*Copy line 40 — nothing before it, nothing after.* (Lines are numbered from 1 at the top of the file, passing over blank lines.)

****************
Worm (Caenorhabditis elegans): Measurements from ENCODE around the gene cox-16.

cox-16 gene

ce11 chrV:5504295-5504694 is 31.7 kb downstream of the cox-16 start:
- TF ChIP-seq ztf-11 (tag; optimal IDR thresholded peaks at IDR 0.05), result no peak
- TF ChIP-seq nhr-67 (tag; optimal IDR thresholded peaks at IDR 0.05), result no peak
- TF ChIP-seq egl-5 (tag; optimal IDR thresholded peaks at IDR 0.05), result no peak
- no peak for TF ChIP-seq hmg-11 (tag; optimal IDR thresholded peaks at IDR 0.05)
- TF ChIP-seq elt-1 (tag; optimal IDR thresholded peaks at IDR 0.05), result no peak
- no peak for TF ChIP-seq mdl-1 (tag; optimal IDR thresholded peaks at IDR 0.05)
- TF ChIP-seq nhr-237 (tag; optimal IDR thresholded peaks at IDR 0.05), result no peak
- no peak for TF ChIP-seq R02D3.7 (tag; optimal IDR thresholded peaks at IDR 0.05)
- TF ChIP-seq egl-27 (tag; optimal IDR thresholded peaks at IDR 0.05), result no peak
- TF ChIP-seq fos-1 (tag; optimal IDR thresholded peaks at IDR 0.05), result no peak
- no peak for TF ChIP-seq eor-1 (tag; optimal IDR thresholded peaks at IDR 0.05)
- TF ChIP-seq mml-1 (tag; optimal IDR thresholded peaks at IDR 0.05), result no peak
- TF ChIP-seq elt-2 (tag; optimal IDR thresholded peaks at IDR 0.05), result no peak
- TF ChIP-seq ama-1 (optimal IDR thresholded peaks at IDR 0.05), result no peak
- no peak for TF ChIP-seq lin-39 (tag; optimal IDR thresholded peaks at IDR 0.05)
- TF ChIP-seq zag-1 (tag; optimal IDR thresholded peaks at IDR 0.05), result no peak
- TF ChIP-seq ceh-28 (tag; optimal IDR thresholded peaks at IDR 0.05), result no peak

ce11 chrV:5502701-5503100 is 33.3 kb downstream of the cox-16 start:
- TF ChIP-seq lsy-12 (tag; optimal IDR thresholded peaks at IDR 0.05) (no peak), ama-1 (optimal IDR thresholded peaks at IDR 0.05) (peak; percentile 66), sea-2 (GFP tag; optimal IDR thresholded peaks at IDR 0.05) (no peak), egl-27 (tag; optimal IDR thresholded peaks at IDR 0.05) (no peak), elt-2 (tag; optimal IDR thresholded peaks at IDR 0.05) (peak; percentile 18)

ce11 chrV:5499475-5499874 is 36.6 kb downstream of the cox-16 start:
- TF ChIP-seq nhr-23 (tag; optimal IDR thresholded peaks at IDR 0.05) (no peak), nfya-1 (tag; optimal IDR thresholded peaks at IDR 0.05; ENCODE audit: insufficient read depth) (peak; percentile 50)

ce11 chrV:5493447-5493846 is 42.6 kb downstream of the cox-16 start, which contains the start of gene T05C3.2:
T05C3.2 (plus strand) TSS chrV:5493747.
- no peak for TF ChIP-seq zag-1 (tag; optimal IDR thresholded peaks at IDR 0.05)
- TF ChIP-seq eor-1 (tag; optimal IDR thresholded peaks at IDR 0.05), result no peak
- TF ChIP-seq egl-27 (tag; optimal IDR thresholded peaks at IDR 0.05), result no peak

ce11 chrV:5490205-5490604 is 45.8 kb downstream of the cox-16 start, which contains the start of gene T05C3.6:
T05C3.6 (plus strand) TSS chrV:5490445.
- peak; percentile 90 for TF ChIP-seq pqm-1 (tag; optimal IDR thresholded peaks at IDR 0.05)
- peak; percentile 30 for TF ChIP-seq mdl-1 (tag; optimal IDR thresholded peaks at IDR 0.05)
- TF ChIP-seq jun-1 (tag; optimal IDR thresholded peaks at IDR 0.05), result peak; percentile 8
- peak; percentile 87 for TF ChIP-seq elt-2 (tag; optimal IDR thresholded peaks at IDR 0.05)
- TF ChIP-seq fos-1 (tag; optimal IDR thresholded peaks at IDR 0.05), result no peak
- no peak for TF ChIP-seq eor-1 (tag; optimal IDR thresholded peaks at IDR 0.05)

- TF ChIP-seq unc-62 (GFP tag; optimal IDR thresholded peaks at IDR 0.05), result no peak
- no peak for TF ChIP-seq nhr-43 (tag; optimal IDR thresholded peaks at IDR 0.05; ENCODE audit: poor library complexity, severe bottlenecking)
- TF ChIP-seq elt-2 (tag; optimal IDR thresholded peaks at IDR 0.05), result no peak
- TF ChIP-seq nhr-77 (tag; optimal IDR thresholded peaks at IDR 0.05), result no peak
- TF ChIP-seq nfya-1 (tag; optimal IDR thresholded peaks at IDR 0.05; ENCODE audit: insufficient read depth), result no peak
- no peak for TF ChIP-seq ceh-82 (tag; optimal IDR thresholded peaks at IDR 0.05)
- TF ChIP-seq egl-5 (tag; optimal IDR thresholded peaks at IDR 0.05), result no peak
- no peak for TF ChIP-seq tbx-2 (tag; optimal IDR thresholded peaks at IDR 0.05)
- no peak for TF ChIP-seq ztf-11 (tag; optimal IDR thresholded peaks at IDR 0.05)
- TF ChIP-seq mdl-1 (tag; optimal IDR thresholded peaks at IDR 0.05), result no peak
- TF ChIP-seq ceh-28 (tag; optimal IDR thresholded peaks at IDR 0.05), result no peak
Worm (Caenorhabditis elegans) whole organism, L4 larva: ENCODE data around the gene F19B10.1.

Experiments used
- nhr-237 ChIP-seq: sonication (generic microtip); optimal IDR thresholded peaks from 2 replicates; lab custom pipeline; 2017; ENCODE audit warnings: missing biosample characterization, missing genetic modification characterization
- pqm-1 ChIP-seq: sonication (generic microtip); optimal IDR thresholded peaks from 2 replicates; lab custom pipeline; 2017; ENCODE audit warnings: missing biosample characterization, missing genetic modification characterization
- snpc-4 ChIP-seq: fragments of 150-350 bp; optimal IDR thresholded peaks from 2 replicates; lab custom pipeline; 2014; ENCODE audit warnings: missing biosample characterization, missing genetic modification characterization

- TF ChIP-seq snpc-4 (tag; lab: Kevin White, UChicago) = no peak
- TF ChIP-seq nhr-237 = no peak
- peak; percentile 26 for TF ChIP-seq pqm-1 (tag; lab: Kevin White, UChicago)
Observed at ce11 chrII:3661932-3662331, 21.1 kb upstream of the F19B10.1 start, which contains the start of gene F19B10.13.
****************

- TF ChIP-seq elt-2 (tag; optimal IDR thresholded peaks at IDR 0.05), result no peak